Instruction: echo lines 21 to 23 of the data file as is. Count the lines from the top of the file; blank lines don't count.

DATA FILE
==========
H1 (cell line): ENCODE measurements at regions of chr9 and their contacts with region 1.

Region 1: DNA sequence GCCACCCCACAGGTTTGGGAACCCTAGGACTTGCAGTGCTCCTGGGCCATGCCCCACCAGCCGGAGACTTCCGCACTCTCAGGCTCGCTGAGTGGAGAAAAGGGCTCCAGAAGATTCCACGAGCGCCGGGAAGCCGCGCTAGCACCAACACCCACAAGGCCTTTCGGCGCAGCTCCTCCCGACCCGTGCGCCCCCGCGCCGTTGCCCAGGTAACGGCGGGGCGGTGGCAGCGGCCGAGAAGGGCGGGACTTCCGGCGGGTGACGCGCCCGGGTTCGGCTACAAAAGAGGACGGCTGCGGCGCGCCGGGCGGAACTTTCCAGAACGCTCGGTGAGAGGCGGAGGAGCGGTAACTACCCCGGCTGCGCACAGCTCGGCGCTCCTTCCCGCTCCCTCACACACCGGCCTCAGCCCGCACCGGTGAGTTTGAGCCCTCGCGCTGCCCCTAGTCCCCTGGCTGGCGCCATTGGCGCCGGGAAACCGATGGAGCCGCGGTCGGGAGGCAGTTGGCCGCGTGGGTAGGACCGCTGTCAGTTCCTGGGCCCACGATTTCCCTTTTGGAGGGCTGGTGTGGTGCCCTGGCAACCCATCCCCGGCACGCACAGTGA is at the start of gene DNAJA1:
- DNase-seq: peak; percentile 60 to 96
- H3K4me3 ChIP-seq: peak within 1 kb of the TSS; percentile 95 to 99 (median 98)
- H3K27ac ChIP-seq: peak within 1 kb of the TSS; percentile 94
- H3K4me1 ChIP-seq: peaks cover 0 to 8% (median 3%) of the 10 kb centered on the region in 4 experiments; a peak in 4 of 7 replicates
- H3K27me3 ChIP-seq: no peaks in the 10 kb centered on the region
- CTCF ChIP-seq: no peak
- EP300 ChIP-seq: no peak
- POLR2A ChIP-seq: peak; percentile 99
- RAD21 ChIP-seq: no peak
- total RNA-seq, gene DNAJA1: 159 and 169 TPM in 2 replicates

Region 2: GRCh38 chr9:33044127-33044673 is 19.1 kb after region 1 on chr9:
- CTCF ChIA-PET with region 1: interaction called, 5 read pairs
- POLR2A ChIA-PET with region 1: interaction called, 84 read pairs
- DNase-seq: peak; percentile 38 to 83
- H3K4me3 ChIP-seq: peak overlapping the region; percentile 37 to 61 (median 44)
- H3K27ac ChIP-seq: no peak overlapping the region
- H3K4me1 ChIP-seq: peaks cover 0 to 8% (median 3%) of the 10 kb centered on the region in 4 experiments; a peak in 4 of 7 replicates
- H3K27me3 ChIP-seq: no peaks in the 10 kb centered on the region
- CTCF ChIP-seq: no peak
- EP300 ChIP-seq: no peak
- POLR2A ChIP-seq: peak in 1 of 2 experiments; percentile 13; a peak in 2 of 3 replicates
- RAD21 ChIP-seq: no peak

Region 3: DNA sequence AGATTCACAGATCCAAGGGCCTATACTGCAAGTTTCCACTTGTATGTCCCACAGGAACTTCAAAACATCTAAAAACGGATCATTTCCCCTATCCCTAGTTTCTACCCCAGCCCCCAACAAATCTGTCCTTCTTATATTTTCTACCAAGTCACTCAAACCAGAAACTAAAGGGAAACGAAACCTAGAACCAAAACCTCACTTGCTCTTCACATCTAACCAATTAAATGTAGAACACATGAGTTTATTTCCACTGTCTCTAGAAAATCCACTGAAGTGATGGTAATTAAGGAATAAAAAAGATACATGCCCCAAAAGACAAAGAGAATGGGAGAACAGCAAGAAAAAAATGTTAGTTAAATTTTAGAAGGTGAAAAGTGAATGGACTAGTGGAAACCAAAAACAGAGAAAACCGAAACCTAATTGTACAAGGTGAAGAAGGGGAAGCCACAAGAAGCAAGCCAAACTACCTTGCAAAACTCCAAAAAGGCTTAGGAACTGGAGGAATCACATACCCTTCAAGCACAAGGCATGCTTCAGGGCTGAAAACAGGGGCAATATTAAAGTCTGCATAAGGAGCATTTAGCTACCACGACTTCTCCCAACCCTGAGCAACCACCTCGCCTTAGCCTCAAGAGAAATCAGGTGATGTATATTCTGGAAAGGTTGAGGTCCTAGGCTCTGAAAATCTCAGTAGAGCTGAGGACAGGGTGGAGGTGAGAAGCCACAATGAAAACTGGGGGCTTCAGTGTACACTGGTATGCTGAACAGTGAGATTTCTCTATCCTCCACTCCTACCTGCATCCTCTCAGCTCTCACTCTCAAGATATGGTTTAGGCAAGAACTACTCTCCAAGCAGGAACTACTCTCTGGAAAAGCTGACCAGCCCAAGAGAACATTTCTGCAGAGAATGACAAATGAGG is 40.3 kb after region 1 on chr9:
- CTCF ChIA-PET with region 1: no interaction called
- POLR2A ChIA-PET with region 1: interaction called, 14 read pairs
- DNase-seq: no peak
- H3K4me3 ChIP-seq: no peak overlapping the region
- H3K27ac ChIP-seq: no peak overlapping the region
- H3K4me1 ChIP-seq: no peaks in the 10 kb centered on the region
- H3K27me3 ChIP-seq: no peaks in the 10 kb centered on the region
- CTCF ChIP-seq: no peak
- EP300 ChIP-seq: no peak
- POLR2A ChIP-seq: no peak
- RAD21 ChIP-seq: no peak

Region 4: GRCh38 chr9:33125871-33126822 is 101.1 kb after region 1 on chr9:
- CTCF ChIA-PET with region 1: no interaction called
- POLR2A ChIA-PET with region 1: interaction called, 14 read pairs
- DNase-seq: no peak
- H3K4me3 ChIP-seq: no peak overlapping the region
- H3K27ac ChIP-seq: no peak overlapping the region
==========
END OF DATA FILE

- CTCF ChIP-seq: no peak
- EP300 ChIP-seq: no peak
- POLR2A ChIP-seq: peak in 1 of 2 experiments; percentile 13; a peak in 2 of 3 replicates